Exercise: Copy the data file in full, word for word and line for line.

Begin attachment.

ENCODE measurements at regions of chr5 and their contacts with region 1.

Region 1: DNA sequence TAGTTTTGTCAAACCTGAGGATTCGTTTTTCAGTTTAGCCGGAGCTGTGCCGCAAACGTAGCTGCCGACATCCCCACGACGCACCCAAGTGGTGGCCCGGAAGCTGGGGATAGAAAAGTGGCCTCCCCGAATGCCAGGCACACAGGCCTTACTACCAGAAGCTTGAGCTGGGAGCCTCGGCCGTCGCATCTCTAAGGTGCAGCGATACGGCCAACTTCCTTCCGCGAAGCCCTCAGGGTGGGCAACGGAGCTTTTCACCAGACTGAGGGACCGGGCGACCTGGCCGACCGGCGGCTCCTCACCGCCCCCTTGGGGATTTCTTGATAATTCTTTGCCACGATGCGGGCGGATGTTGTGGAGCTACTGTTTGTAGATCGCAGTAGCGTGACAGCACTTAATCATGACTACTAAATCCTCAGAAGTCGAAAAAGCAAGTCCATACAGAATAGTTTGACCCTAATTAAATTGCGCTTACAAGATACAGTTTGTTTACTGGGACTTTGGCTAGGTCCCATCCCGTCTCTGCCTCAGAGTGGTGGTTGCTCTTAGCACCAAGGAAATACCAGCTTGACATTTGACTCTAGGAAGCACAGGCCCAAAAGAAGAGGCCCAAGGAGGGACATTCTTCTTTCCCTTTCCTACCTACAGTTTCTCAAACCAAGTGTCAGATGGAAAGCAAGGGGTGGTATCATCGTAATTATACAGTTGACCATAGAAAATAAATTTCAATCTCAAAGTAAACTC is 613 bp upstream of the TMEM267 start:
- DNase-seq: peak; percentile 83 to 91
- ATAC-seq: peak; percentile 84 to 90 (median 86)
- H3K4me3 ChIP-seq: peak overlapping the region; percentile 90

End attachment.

ENCODE measurements at regions of chr5 and their contacts with region 1.

Region 1: DNA sequence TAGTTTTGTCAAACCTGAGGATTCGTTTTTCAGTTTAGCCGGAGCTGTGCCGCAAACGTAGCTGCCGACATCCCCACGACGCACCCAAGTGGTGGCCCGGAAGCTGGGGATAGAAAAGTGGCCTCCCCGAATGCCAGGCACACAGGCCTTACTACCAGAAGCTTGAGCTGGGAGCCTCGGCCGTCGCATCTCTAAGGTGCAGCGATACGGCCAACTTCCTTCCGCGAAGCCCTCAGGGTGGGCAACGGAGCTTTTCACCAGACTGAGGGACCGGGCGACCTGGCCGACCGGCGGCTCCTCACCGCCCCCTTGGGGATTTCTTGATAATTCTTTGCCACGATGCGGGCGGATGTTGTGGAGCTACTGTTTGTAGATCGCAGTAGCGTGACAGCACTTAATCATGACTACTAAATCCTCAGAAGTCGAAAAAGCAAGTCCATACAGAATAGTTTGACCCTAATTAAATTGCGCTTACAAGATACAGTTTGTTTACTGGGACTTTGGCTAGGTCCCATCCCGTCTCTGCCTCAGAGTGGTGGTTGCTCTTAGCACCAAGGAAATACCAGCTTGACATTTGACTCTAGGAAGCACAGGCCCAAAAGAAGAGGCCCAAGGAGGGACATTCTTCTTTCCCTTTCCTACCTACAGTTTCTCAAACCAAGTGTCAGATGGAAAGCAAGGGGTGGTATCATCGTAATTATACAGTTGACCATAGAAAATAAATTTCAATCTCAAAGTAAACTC is 613 bp upstream of the TMEM267 start:
- DNase-seq: peak; percentile 83 to 91
- ATAC-seq: peak; percentile 84 to 90 (median 86)
- H3K4me3 ChIP-seq: peak overlapping the region; percentile 90